But with Mendes unlikely to direct the next Bond film, who should the producers turn to? Whoever it is, please don’t return to the days of the jobbing director whose role is more managerial than artistic. Bond is a premium brand once more, and it should be a job for the best directors currently working.

My choice would be one of Christopher Nolan (unlikely), Paul Greengrass (whose future with the Bourne series seems to be over), or Matthew Vaughn (currently one of the most talented directors working, and has shown he can handle a big studio film with X-Men: First Class).

2. Set the tone, don’t respond to it

What was so refreshing about Skyfall is that it had something to say about the way intelligence agencies operate in this new era of counter-terrorism. It offered us a camp, maniacal villain – but made it clear that ‘we’ created him. This was blurring-the-lines stuff, with moral ambiguity everywhere.

Bond needs to continue in this vein to remain relevant. A modern Bond should be dealing with issues like drone killings and illegal rendition – not returning to the dark days of ‘one-off man mentals’ (© Chris Morris) conjuring plans to destroy the entire world from their underwater bases.

3. Get the theme tune right

I know this might seem silly, but a Bond film can live or die by its theme. Die Another Day had a promising pre-credit sequence, but the moment the Madonna snoozefest of a tune kicked in you just knew the film was going to go downhill quicker than Roger Moore on skis chased by Russians.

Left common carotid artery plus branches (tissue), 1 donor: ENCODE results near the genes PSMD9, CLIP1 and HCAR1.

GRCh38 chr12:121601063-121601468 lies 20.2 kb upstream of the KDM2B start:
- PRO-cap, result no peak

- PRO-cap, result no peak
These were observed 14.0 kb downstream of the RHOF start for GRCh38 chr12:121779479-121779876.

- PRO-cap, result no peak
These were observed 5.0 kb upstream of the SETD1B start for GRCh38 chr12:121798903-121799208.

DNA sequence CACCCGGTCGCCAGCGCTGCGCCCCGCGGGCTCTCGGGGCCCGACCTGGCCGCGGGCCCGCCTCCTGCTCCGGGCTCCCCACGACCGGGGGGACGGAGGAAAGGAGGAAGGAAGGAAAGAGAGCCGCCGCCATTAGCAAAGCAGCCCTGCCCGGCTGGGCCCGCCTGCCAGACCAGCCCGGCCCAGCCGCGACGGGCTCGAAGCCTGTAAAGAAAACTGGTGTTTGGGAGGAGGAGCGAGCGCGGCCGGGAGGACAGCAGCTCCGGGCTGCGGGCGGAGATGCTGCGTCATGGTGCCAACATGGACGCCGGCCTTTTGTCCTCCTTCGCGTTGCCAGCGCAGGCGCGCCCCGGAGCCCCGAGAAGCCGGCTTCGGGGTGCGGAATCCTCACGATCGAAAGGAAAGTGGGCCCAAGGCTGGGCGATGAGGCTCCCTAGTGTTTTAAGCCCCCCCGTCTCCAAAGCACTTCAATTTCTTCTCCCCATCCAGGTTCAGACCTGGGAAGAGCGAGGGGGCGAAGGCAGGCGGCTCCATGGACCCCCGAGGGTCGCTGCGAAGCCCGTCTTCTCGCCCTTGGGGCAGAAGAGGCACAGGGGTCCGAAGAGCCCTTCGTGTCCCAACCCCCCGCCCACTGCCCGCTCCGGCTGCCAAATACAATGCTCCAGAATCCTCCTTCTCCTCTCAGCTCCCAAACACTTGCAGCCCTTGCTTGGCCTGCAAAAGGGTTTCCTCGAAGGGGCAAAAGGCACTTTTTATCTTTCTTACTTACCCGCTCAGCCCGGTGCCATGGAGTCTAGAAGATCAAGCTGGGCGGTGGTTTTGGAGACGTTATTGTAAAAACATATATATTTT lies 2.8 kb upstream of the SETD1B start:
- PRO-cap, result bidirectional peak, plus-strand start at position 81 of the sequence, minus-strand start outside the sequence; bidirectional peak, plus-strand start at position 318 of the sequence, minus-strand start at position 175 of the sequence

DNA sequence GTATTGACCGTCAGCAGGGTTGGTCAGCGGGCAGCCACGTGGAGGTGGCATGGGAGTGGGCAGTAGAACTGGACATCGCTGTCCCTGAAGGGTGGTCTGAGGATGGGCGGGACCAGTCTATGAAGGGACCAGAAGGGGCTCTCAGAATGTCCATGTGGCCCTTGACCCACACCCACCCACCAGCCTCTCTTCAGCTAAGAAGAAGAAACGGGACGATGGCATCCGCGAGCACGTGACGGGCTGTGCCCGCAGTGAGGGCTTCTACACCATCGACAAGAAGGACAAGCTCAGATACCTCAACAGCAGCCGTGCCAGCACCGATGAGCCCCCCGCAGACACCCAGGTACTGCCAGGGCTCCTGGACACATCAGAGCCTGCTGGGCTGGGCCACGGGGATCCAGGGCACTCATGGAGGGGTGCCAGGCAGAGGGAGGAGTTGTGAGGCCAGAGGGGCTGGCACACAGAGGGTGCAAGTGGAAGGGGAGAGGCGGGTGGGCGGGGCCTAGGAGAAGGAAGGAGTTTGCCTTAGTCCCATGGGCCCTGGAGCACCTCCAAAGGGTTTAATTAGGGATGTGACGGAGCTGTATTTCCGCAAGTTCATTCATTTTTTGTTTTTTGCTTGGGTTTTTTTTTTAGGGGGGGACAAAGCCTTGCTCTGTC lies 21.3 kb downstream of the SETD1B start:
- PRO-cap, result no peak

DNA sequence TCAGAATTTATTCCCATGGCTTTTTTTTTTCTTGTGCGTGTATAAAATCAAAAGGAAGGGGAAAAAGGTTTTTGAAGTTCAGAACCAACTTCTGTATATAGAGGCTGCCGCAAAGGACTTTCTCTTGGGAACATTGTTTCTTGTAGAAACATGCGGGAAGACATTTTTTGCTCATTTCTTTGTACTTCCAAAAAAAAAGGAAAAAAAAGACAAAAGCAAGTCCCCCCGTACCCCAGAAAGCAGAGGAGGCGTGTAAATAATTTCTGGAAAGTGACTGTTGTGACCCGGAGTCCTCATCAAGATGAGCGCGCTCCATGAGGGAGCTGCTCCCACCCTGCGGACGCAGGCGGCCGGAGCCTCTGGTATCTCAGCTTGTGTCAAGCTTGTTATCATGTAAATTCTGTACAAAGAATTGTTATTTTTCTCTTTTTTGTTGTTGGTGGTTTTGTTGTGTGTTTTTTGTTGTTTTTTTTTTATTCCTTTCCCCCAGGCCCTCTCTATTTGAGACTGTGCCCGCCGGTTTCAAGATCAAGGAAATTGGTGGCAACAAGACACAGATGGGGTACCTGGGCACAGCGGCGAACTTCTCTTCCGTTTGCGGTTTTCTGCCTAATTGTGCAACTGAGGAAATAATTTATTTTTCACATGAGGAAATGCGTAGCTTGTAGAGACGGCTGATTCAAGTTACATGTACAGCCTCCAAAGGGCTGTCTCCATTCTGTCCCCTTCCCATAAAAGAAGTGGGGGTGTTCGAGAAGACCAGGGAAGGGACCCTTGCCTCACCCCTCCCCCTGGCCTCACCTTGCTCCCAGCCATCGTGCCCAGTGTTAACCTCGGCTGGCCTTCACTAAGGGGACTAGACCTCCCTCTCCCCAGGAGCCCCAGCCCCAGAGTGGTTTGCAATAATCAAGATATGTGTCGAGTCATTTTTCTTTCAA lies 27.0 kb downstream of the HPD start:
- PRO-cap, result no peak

Adele was a safe, yet credible choice for Skyfall – and the tune itself is as much homage to Bond tunes gone by as the film is to its predecessors. But please stay away from any future attempts to modernise the Bond theme. It should be classy, orchestral, and above all keep it well out of the hands of anyone who has appeared on a TV talent show.

This week’s suggested viewing:

DVD – This is a recommendation for those doing their best to avoid Halloween. Although I was more charmed by it than my Failed Critics colleagues, we all agreed that The Five-Year Engagement (out on DVD today) was a thoroughly decent modern rom-com, with some lovely chemistry between stars Jason Segel and Emily Blunt.

TV – Let the Right One In (2008), Film4, Wednesday 31October. I cannot recommend staying up for Tomas Alfredson’s debut highly enough. This Swedish horror is more than a blood and guts vampire film, it is a fine study of the alienation of a young boy growing up in a Stockholm suburb in the 1980s. This film will stay with you.

Lovefilm Instant  – Who Saw Her Die (1972). The story of an estranged English couple in Venice recovering from the death of their daughter, and who get dragged into a murky underworld when they investigate the circumstances surrounding her death. No, this isn’t Don’t Look Now – in fact, this Italian giallo film was released a year before Nic Roeg’s horror classic, and is clearly (alongside other giallo films) a big influence on it. Ennio Morricone’s score is probably the scariest thing you will hear all Halloween

Netflix UKTucker and Dale vs Evil (2010). Those who enjoyed The Cabin in the Woods’ deconstruction of the horror genre will surely enjoy this reworking of the classic ‘teenagers murdered by weird hillbillies’ theme. Tucker and Dale are two quite lovable hicks who are planning to enjoy a weekend away at their new cabin, but some smart-mouth teens nearby get the wrong idea and, well – chaos and hilarity ensues.